Commentary: KD Syndrome — Can we get over it?

Robin Meyers (Provided)

Robin Meyers (Provided)

 

In the weeks leading up to the departure of Oklahoma City Thunder free agent Kevin Durant, billboards sprouted up all over town pleading for him to stay. They looked oddly like valentines.

In a sermon to my congregation, I confessed that surely we had more important issues to deal with in Oklahoma than whether a really nice guy and a great basketball player made $30 million here or $30 million someplace else. I even suggested that the church purchase its own billboard that read: WHETHER KD STAYS OR LEAVES, OUR KIDS COULD USE SOME TEXTBOOKS.

In my life as a pastor and professor, I have come to believe that some things are true even if we prefer not to talk about them.

One of them is what might be called, for lack of a better term, “diversionary amusement syndrome” (aka KD Syndrome). It is a disease spread intentionally by those who run the world to make people believe that our games are more important than our daily lives, that the fortunes of warriors outweigh the fortunes of citizens.

In a lecture at Yale University on resisting Empire, I put it this way: “Just consider, for example, the endless chatter of professional sports talk. Grown men seated in a studio that is reminiscent of a man cave for video gamers, verbally hyperventilating over trades as if they are talking about the fate of nations. Who will go first in the NBA draft, and how will it affect Cleveland’s future or Miami’s chances or LA’s claim to celebrity fame? Where are the preachers when we need them to say, ‘Who really gives a damn about which member of the athletic criminal class gets traded to which owner of the corporate criminal class? Real people are starving to death.’”

This is not an original idea, of course. George Orwell’s classic 1984 describes KD Syndrome when Winston talks about the lower classes that comprise 80 percent of the population. They were called the “proles,” an obvious abbreviated form of proletariat. Though the proles are the majority, they are unimportant. The Party explicitly teaches that they are “natural inferiors who must be kept in subjection, like animals.”

They are fat and happy in large measure because they have no real aspirations and are allowed one consuming diversion: playing the numbers (the lottery).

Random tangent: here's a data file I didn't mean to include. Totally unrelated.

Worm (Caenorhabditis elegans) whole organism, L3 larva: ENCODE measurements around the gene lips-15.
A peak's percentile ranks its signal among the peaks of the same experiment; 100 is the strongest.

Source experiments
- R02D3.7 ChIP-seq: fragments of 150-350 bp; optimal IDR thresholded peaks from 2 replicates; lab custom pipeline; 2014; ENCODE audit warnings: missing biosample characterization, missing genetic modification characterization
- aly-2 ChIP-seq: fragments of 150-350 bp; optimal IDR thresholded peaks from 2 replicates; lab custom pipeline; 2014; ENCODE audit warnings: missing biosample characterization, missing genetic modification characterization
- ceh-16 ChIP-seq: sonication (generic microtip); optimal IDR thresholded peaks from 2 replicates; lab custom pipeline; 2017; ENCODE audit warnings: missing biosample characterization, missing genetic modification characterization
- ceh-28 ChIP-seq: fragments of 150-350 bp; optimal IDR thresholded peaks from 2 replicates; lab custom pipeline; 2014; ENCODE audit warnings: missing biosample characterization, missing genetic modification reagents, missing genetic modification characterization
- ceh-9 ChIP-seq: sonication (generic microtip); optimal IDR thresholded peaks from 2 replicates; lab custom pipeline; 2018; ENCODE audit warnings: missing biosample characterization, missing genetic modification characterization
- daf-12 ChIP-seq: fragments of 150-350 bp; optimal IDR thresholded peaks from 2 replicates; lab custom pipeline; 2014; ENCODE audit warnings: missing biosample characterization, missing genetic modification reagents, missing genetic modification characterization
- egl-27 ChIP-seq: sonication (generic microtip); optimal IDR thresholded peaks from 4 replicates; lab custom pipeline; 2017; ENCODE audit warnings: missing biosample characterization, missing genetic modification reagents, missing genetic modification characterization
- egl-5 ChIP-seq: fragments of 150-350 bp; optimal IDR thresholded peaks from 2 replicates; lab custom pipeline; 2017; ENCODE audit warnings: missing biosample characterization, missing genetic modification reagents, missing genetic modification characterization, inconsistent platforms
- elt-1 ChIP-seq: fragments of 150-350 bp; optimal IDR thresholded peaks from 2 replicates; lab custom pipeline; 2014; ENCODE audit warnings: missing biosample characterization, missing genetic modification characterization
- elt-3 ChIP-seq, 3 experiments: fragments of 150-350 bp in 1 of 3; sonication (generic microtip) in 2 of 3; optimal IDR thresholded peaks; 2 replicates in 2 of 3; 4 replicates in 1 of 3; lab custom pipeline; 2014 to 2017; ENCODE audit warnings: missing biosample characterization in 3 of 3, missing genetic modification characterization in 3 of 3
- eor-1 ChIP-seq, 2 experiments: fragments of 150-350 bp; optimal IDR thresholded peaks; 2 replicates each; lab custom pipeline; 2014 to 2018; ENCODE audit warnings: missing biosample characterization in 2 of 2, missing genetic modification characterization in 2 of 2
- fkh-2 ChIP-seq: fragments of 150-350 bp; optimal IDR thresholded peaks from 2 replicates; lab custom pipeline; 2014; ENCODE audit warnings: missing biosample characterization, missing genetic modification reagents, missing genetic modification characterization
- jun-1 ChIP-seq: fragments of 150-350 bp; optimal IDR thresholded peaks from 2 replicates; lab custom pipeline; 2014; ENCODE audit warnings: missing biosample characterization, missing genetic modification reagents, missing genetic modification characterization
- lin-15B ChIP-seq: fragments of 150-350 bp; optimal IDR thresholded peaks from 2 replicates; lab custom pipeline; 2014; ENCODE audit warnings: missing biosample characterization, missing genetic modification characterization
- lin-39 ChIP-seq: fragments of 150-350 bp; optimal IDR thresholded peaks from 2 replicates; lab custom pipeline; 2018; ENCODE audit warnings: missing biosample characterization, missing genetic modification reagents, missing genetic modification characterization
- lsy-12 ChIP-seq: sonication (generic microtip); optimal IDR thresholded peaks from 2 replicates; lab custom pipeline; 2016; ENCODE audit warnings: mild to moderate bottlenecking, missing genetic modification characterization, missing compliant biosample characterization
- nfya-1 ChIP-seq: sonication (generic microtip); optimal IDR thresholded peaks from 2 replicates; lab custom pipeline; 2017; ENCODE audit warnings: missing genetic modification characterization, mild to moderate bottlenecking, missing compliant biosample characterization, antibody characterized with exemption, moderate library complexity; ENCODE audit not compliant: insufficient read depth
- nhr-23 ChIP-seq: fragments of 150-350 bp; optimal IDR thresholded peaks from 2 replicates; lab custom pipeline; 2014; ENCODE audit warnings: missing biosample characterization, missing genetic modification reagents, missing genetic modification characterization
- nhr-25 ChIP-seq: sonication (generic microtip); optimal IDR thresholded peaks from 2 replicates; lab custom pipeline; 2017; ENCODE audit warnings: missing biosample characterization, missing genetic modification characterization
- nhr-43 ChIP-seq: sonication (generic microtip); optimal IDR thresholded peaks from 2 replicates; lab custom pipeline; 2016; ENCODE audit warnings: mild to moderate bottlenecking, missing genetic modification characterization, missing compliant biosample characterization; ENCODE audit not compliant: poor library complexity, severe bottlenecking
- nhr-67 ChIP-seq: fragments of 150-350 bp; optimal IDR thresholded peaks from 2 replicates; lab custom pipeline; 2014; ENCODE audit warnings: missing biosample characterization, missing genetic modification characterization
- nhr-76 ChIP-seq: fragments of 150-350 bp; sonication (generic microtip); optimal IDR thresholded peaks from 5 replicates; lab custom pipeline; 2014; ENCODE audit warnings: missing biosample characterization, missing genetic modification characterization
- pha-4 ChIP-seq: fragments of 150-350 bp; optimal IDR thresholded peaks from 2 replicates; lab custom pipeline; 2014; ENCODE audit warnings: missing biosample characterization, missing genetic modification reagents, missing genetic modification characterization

Against fantastic odds, they believe they will get lucky, but in the meantime, they are unable to rise up against their oppressors because they are too busy being Amuse[d] … to Death (Neil Postman).

Fast-forward to 2016. Oklahoma has a $1.3 billion state deficit that is largely self-inflicted and we had already cut social services to the bone. Most disgraceful of all, we have been busy building a “major league city” at the expense of public education. Now we are in real trouble.

But perhaps if we talk about sports all the time, the proles will not rise up. A sports writer from The Oklahoman recently suggested that with KD’s departure, we have all experienced the five stages of grief. Really? Did someone die?

In case you haven’t noticed, the proles are getting restless. They are armed. They are about to nominate their Strongman. The Party had better wake up, because sports talk has never put food on anyone’s table.

Rev. Dr. Robin Meyers is senior minister of Mayflower Congregational UCC Church and Distinguished Professor of Social Justice at Oklahoma City University.

 

Print headline: KD syndrome: Can we get over it?

Robin Meyers

This article was written by an Oklahoma Gazette contributor. To reach an editor, please email jchancellor@okgazette.com with this story's headline in your subject line.

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